German prosecutor requests life sentence for neo-Nazi suspect Zschaepe

DAILY SABAH WITH WIRES
ISTANBUL
Published
Defendant Beate Zschaepe, accused of helping to found a neo-Nazi cell called the National Socialist Underground (NSU), and her lawyer Mathias Grasel attend the continuation of her trial at a courtroom in Munich,  Germany Sept. 1, 2017 (Reuters Photo)
Defendant Beate Zschaepe, accused of helping to found a neo-Nazi cell called the National Socialist Underground (NSU), and her lawyer Mathias Grasel attend the continuation of her trial at a courtroom in Munich, Germany Sept. 1, 2017 (Reuters Photo)

Neo-Nazi terrorist group National Socialist Underground (NSU) member Beate Zschaepe, 42, faces life imprisonment for being an accessory to the murder of eight Turks, one Greek and a German police officer during a seven-year rampage between 2000 and 2007 that was largely ignored by authorities until the two other NSU members committed suicide. The prosecutor also demanded an additional period of detention.

According to the German news agency DPA, Federal Prosecutor Herbert Diemer told the Munich court that Zschaepe, who has been on trial for more than four years, should face a penalty for each of the killings. Diemer accused Zschaepe of being an "ice-cold calculating person," who had shown a disregard for human life.

The police had no idea an extremist group was murdering people, believing the Turks were being murdered due to personal reasons. The existence of the NSU was only found out when two of its members, Uwe Böhnhard and Uwe Mundlos, committed suicide after a bank robbery on Nov. 4, 2011 and Zschaepe surrendered to the police a few days later.

A trained gardener, Zschaepe has denied any involvement in the murders, laying the blame on the two other NSU members. She is also accused of torching the apartment where she lived with Mundlos and Bohnhardt in the eastern Germany city of Zwickau. In addition, she is charged with being involved in two bombings in the western German city of Cologne and 15 robberies across the nation committed by the NSU.

Zschaepe, along with Mundlos and Bohnhardt, who were in their 30s when they died, shared the same fanatical national socialist view of the world, which helped to fuel terror among immigrants through a campaign of murders, the federal prosecutor said. In doing so, the accused had represented "a third of a triumvirate of conspiracy," prosecutors said in setting out their case against Zschaepe.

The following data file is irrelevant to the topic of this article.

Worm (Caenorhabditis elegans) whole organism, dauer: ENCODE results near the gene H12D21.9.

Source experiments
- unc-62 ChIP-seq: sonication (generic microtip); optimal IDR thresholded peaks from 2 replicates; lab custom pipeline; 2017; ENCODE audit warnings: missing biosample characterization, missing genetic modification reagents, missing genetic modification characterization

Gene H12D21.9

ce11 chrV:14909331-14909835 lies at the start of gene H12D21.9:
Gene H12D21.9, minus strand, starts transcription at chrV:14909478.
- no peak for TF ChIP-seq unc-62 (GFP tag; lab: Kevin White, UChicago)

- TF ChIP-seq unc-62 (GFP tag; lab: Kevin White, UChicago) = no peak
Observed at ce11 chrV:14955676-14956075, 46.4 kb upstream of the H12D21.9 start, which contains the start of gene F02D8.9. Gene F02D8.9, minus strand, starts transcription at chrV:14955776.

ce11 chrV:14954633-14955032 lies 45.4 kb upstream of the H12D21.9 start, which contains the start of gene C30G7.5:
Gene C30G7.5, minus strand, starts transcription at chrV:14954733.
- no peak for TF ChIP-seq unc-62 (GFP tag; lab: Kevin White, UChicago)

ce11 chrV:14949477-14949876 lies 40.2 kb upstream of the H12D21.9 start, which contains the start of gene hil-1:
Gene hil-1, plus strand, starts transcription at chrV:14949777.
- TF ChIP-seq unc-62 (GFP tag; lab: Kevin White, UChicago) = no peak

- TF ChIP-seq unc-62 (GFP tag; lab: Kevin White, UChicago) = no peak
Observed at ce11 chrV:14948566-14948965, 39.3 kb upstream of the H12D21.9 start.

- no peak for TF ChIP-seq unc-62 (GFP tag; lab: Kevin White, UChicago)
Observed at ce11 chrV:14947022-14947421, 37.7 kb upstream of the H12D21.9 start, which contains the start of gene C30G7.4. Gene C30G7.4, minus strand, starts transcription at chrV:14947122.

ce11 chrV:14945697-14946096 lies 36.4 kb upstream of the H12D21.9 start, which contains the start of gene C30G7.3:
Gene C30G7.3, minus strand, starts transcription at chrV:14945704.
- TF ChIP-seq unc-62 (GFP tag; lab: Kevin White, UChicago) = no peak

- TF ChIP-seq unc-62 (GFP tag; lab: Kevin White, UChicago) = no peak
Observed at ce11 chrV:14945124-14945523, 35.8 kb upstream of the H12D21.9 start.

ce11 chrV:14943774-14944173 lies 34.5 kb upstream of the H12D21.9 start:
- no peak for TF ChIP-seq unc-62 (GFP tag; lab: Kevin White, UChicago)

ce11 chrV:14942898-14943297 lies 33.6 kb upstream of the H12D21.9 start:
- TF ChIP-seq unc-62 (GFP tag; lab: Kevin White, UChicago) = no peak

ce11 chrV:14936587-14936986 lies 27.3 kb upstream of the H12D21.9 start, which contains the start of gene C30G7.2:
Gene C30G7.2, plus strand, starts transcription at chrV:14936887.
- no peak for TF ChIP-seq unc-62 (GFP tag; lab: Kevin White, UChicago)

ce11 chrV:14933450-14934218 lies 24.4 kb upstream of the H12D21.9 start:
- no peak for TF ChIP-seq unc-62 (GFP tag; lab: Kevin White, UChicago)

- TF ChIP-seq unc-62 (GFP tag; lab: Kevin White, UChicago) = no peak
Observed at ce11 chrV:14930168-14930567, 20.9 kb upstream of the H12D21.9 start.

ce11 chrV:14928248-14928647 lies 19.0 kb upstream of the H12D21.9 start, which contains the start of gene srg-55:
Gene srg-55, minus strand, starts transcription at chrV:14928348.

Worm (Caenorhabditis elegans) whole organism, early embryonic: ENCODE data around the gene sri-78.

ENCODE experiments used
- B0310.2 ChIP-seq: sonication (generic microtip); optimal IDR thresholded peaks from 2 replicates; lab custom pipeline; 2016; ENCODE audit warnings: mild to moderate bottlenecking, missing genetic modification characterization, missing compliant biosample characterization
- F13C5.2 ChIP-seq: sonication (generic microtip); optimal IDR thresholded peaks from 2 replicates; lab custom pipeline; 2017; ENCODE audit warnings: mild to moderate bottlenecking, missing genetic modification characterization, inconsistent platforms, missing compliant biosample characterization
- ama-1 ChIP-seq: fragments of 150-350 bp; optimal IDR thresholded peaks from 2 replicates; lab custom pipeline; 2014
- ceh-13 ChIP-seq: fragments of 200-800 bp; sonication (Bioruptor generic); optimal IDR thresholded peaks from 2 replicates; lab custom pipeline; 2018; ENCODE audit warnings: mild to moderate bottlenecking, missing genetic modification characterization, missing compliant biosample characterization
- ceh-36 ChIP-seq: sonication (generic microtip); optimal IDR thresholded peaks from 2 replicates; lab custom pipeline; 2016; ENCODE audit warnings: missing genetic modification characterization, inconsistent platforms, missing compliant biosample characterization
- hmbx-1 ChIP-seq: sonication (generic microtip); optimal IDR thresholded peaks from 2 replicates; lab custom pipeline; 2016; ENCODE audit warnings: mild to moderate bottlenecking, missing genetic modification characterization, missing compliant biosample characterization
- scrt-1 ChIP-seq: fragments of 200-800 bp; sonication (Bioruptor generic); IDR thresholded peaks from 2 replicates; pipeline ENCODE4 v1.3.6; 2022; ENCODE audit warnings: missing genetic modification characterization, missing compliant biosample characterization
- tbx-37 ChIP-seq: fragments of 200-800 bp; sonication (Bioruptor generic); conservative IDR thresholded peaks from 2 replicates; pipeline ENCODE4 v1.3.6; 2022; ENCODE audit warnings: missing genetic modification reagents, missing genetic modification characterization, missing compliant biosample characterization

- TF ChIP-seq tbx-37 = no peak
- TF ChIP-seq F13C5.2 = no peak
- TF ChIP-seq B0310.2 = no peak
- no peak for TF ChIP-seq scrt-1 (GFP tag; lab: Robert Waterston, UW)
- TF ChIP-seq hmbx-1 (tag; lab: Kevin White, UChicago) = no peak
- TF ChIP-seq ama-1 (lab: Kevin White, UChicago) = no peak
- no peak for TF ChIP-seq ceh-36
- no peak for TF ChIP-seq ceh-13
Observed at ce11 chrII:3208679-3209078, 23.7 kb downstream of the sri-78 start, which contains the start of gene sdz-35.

Blunders on the part of authorities investigating the NSU or "coincidences" that led up to the destruction of critical evidence has been piling up in the case since the gang's existence was made public. Critics of the case also claim police and intelligence services that had hired people from the neo-Nazi scene to serve as informants have tried to erase their connections to the NSU case.

One of the most criticized acts by the families of the victims was the way they were treated when the murders took place. The discovery of the NSU shed light on how police, either deliberately or mistakenly, blamed disputes within the Turkish community for the murders. The families seek compensation for damages incurred from being "wrongfully suspected" by police in the murders of the victims.

Four other suspects are also on trial in Munich, accused of providing support to the far-right group. This included a former functionary of the extreme-right National Democratic Party, Ralf Wohlleben, for whom Diemer demanded a 12 year sentence for his role in assisting with the nine murders linked to the NSU. The 42-year-old Wohlleben was accused of procuring the Ceska pistol that the NSU members used in committing the murders. The prosecutor called for a youth sentence of three years for another of the accused, Carsten S, who had procured the weapon together with Wohlleben but who had admitted his guilt.

After the prosecutor's statement, which concluded Monday, the defense will argue their case. The court decision is expected by the end of the year.

Share on Facebook Share on Twitter